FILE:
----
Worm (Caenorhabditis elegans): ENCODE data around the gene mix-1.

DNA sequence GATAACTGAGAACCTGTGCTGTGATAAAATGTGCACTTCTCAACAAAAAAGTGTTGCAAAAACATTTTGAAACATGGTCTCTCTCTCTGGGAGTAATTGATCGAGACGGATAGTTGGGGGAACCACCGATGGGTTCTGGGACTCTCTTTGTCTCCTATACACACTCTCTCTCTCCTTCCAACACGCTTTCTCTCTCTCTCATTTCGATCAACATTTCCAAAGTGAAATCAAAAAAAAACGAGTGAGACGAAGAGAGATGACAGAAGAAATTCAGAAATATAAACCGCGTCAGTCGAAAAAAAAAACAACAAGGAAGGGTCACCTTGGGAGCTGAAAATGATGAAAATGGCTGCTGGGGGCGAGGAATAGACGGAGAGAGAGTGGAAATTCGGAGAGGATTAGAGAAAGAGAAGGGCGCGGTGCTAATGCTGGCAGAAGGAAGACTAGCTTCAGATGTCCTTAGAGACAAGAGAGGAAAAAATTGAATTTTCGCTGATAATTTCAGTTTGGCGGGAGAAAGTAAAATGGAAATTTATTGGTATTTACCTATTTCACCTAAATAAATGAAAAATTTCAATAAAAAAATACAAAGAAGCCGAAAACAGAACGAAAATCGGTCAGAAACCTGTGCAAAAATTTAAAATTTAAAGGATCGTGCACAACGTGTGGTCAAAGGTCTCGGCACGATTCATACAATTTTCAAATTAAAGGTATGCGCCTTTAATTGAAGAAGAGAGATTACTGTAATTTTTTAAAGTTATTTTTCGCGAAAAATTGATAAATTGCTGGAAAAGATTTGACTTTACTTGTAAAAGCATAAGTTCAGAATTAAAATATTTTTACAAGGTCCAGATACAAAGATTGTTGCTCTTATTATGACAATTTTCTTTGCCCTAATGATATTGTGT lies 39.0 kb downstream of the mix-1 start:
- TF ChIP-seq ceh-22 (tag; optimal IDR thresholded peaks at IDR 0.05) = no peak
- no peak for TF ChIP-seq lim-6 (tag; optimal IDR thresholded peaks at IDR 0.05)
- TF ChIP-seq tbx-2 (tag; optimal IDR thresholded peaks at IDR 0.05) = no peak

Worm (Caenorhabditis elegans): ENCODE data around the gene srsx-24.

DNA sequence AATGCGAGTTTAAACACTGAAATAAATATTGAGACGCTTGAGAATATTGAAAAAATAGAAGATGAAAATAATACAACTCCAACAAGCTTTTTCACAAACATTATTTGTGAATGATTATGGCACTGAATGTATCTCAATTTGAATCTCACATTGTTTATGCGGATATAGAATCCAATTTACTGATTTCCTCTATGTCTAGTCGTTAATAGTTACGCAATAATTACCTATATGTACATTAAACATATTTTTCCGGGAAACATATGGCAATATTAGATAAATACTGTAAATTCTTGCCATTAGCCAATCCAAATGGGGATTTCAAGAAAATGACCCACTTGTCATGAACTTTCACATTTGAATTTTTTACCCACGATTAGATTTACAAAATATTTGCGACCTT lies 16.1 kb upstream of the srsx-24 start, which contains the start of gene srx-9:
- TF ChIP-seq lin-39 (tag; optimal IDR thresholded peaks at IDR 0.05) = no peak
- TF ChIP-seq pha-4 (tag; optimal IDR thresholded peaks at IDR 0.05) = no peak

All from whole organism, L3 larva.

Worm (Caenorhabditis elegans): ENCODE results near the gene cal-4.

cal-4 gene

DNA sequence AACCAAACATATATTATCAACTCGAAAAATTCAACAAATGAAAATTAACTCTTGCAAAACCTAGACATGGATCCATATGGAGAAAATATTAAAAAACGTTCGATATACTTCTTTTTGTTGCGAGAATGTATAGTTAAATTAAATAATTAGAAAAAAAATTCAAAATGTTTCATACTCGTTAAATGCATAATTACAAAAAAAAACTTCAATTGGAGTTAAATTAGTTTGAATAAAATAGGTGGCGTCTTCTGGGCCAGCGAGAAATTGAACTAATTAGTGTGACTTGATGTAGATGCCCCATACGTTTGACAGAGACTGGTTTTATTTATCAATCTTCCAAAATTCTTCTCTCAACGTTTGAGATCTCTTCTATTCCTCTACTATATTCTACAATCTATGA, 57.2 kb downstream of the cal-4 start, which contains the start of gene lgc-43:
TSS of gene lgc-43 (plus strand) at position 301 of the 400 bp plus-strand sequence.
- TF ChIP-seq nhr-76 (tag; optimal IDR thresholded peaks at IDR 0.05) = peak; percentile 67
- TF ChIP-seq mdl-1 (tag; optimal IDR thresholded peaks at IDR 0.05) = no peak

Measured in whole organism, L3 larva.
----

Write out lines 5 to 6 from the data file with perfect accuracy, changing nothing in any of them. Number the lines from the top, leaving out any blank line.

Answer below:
- TF ChIP-seq tbx-2 (tag; optimal IDR thresholded peaks at IDR 0.05) = no peak

Worm (Caenorhabditis elegans): ENCODE data around the gene srsx-24.